The trial of Derek Chauvin has concluded and a verdict reached. But before you form an official opinion, it’s best to fully understand everything what it all means. Here’s it is: explained.
On April 20, 2021, a trial was held for former Minneapolis police officer Derek Chauvin. He was being tried for the murder of George Floyd. The trial specifically was for unintentional second-degree murder, third-degree murder and second-degree manslaughter.
What Happened Leading Up to This
Odds are you at the very least heard about this. Back in 2020, a black man named George Floyd died while being placed under arrest by MPD. Bystander footage showed that Chauvin was using force on Floyd, applying pressure to his neck with his knee. Floyd passed away while being arrested. At the time, it was believed that the death was caused by strangulation from the aforementioned knee hold.
This quickly escalated across America (and even other countries) as a display of excessive force by the police. Many folks believed that Floyd would not have died had the officer followed proper protocol. This grew into large scale anti-police brutality protests across the country. The various protests eventually took the overall title of the “Black Lives Matter movement.”
After enough public outcry, Chauvin was let go from the police force. He was then arrested in preparation for this trial.
The Trial Results and What They Mean
The trial, taking 13 days, looked deeply into the circumstances. Medical experts confirmed the claims of suffocation by force, evidence of neglect was shown, and counterarguments were made. After much deliberation, Chauvin was found guilty of all three accounts. He also was revoked bail and is now awaiting sentencing, which will take place in about eight weeks.
Revoking bail means that Chauvin will not be allowed freedom while awaiting trial, but will remain in jail. Second-degree murder can get up to 40 years in prison, third-degree murder can get up to 25 years, and Second-degree manslaughter can get up to 10 years. At the most severe, he could see up to 75 years in prison.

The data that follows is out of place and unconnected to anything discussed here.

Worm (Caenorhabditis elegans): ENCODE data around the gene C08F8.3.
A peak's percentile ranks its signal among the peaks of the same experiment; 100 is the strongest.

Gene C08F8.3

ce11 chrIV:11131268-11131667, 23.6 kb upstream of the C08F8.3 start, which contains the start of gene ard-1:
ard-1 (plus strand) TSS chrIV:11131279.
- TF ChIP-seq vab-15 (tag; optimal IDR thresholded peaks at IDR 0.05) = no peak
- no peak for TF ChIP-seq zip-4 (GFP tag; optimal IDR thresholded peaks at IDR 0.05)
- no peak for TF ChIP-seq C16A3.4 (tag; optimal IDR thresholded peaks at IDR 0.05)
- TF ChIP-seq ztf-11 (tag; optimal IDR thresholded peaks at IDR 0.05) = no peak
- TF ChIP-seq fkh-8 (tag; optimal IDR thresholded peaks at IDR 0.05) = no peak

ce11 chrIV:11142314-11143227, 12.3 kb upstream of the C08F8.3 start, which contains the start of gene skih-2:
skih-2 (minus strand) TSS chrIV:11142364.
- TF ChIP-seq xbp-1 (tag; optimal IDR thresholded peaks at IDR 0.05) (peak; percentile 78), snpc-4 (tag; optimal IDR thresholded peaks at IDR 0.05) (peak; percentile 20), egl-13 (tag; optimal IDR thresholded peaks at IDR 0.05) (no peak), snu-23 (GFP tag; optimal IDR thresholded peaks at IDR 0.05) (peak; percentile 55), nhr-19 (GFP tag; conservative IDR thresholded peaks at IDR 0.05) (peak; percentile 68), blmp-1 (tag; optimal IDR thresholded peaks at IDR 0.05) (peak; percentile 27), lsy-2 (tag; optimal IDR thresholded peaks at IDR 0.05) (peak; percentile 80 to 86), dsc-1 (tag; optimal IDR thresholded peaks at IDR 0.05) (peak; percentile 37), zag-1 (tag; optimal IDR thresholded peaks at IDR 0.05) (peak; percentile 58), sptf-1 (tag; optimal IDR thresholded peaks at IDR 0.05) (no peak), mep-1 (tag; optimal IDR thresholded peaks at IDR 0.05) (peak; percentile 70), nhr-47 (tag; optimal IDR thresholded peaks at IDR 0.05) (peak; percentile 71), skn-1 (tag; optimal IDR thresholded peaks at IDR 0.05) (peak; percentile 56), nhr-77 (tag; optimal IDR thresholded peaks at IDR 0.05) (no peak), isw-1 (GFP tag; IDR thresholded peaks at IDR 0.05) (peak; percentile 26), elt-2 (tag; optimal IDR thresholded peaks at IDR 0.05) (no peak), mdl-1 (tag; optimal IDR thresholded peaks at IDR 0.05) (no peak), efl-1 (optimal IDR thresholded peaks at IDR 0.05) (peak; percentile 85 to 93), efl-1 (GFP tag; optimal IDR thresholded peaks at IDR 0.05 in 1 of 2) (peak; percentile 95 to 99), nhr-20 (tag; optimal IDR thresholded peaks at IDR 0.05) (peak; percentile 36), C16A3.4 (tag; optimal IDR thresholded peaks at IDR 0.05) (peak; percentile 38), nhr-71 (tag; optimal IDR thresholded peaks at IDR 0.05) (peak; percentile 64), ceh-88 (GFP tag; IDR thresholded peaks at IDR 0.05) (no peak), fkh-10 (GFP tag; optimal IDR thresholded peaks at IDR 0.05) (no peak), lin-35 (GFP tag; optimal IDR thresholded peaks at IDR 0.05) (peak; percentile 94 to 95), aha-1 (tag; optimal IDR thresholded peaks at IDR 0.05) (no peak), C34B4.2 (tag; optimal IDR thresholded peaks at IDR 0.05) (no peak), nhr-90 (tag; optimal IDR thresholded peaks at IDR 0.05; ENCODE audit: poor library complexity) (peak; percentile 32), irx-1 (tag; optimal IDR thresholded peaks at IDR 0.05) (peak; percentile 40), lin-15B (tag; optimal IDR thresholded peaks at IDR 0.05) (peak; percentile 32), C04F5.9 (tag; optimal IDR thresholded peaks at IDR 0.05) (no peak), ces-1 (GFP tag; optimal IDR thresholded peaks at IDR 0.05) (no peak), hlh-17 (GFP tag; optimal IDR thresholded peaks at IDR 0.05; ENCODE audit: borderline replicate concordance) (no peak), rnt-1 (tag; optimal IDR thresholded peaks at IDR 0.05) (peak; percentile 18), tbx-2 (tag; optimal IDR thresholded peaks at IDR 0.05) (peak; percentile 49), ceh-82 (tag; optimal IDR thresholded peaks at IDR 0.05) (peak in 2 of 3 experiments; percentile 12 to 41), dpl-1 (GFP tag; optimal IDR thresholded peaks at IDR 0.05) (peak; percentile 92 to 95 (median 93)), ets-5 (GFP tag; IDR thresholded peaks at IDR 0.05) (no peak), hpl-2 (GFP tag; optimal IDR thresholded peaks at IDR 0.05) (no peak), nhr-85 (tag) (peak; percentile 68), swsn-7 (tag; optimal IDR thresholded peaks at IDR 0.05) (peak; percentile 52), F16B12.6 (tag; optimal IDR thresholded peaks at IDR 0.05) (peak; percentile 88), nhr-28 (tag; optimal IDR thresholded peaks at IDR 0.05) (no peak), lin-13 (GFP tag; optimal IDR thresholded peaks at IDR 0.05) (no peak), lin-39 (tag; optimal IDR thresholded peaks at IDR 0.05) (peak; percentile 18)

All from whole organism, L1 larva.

Sentencing is often shorter for first time offenders, however, averaging 10 to 15 years for murder and about five years for manslaughter. So he could serve as few as 25 years in prison.
There are also additional factors that could increase time. Chauvin commit murder in front of a nine-year-old child, who was present at the arrest.
On a more specific scale, the actual sentencing still needs to take place. The other officers involved are still awaiting their own trial. The two are being charged with aiding and abetting, and expect a joint trial in August.
The public are still calling for the arrest and trial of officers Jonathan Mattingly, Brett Hankison, and Myles Cosgrove of the Louisville Metro Police Department. The officers, while in plain clothes, busted into the home of Breonna Taylor, a 26-year-old medical worker, shooting her to death. Various legal actions were taken, with no one being charged for murder.
On a more grand scheme, there’s still a great concern for corruption in the police force. Many people believe that an incident like this would not have led to Chauvin’s arrest had there not been so much public pressure to do so. As such, it brings to question what other displays of power abuse and force are used by police officers on the expectation to “get away” with it.
But we’re not here to give you our opinions, just the public facts.